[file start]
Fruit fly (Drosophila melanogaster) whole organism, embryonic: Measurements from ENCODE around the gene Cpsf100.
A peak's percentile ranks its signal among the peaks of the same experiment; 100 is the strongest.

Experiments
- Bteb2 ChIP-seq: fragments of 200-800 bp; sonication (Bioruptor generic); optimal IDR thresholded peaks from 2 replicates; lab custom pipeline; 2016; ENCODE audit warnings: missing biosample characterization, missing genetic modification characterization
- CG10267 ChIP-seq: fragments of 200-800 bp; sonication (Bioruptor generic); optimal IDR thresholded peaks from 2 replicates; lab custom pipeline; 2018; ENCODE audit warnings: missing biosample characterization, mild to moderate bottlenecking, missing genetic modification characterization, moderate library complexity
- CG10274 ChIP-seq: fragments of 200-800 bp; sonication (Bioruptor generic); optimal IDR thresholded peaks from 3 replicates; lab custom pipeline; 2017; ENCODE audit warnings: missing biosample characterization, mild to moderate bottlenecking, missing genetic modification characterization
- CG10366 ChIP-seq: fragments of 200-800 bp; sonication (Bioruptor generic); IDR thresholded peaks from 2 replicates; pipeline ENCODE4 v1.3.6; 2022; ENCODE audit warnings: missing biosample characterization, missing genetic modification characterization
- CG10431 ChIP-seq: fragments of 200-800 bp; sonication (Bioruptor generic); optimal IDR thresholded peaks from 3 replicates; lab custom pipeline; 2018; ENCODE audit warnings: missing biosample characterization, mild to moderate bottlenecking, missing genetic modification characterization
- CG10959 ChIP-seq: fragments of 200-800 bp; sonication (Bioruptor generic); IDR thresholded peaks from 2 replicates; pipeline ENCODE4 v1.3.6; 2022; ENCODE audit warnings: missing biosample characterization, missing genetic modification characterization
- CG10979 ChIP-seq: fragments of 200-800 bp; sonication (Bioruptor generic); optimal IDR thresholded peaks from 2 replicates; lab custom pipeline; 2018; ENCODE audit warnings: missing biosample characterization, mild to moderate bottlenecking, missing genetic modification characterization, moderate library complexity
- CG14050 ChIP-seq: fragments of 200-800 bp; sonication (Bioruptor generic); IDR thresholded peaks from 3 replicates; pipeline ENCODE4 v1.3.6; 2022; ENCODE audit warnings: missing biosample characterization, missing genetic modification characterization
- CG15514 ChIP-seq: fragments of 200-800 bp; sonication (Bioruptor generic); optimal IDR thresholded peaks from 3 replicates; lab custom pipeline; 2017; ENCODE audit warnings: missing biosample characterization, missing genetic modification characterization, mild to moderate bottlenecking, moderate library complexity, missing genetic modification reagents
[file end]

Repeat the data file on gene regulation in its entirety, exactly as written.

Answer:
Fruit fly (Drosophila melanogaster) whole organism, embryonic: Measurements from ENCODE around the gene Cpsf100.
A peak's percentile ranks its signal among the peaks of the same experiment; 100 is the strongest.

Experiments
- Bteb2 ChIP-seq: fragments of 200-800 bp; sonication (Bioruptor generic); optimal IDR thresholded peaks from 2 replicates; lab custom pipeline; 2016; ENCODE audit warnings: missing biosample characterization, missing genetic modification characterization
- CG10267 ChIP-seq: fragments of 200-800 bp; sonication (Bioruptor generic); optimal IDR thresholded peaks from 2 replicates; lab custom pipeline; 2018; ENCODE audit warnings: missing biosample characterization, mild to moderate bottlenecking, missing genetic modification characterization, moderate library complexity
- CG10274 ChIP-seq: fragments of 200-800 bp; sonication (Bioruptor generic); optimal IDR thresholded peaks from 3 replicates; lab custom pipeline; 2017; ENCODE audit warnings: missing biosample characterization, mild to moderate bottlenecking, missing genetic modification characterization
- CG10366 ChIP-seq: fragments of 200-800 bp; sonication (Bioruptor generic); IDR thresholded peaks from 2 replicates; pipeline ENCODE4 v1.3.6; 2022; ENCODE audit warnings: missing biosample characterization, missing genetic modification characterization
- CG10431 ChIP-seq: fragments of 200-800 bp; sonication (Bioruptor generic); optimal IDR thresholded peaks from 3 replicates; lab custom pipeline; 2018; ENCODE audit warnings: missing biosample characterization, mild to moderate bottlenecking, missing genetic modification characterization
- CG10959 ChIP-seq: fragments of 200-800 bp; sonication (Bioruptor generic); IDR thresholded peaks from 2 replicates; pipeline ENCODE4 v1.3.6; 2022; ENCODE audit warnings: missing biosample characterization, missing genetic modification characterization
- CG10979 ChIP-seq: fragments of 200-800 bp; sonication (Bioruptor generic); optimal IDR thresholded peaks from 2 replicates; lab custom pipeline; 2018; ENCODE audit warnings: missing biosample characterization, mild to moderate bottlenecking, missing genetic modification characterization, moderate library complexity
- CG14050 ChIP-seq: fragments of 200-800 bp; sonication (Bioruptor generic); IDR thresholded peaks from 3 replicates; pipeline ENCODE4 v1.3.6; 2022; ENCODE audit warnings: missing biosample characterization, missing genetic modification characterization
- CG15514 ChIP-seq: fragments of 200-800 bp; sonication (Bioruptor generic); optimal IDR thresholded peaks from 3 replicates; lab custom pipeline; 2017; ENCODE audit warnings: missing biosample characterization, missing genetic modification characterization, mild to moderate bottlenecking, moderate library complexity, missing genetic modification reagents